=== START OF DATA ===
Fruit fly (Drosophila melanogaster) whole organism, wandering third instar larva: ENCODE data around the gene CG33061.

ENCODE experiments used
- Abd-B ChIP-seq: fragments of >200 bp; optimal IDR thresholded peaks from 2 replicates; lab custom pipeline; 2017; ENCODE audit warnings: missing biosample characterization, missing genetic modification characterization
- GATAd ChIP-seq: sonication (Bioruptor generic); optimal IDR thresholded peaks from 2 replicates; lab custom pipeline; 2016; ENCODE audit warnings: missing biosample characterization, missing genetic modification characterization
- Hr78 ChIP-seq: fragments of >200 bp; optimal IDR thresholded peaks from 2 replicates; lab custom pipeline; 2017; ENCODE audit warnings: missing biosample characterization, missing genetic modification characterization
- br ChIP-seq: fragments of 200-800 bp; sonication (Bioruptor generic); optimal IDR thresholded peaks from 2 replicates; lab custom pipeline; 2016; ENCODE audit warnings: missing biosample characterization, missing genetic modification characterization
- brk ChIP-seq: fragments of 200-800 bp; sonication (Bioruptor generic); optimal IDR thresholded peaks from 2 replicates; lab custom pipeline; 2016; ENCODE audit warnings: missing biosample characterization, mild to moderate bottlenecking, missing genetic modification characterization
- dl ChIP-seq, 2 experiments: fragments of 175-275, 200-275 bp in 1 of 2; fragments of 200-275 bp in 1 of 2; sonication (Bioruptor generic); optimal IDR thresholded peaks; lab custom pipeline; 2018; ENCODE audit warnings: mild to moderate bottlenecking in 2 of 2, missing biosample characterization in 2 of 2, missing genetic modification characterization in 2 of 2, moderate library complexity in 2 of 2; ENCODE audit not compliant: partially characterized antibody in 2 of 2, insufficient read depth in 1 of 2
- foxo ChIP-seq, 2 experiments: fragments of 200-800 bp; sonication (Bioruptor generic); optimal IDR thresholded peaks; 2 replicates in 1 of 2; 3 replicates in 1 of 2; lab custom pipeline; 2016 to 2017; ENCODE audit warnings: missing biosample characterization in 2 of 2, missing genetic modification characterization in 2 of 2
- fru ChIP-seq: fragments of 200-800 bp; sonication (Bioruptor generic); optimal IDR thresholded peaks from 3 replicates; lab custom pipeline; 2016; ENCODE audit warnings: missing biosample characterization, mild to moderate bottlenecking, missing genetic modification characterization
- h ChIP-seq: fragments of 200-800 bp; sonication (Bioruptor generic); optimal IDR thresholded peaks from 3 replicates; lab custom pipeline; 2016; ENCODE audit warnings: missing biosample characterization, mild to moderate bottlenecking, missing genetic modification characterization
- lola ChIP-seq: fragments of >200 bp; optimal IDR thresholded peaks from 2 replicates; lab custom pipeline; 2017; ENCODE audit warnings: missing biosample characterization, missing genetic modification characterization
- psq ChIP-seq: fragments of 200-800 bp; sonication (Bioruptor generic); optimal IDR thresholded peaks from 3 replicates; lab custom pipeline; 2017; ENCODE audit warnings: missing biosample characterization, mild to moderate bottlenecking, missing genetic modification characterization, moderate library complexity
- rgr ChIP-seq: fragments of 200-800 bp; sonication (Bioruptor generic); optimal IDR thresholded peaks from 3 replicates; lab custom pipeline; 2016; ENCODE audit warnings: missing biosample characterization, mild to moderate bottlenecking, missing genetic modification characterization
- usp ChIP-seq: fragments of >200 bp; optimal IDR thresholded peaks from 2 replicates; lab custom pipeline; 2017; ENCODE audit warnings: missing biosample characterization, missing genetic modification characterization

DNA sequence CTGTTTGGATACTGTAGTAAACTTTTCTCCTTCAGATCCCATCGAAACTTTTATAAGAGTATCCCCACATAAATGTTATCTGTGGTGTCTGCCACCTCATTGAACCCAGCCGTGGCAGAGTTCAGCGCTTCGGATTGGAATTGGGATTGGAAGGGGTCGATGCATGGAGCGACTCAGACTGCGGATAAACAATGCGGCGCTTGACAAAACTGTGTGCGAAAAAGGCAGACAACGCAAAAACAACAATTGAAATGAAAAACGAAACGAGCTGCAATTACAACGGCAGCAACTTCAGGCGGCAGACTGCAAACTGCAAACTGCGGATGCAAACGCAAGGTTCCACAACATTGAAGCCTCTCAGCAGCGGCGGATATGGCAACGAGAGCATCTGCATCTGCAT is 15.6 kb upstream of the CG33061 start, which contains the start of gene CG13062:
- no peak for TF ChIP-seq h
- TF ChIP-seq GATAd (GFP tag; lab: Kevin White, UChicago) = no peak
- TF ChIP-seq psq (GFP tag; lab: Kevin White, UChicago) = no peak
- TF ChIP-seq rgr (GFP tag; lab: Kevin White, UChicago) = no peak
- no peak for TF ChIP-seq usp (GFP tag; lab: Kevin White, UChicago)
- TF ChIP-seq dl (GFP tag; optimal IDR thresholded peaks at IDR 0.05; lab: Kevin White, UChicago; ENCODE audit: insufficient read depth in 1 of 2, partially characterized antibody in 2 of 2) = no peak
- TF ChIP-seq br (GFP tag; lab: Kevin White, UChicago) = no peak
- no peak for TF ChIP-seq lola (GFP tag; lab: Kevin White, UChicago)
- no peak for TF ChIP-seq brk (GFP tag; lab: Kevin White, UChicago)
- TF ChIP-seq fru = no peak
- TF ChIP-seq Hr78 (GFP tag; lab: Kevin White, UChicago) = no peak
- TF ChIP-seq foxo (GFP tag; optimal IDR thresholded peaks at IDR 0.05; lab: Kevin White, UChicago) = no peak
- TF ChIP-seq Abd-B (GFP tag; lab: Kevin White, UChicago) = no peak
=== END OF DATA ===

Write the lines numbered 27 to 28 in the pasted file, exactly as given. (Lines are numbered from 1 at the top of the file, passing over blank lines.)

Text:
- TF ChIP-seq Hr78 (GFP tag; lab: Kevin White, UChicago) = no peak
- TF ChIP-seq foxo (GFP tag; optimal IDR thresholded peaks at IDR 0.05; lab: Kevin White, UChicago) = no peak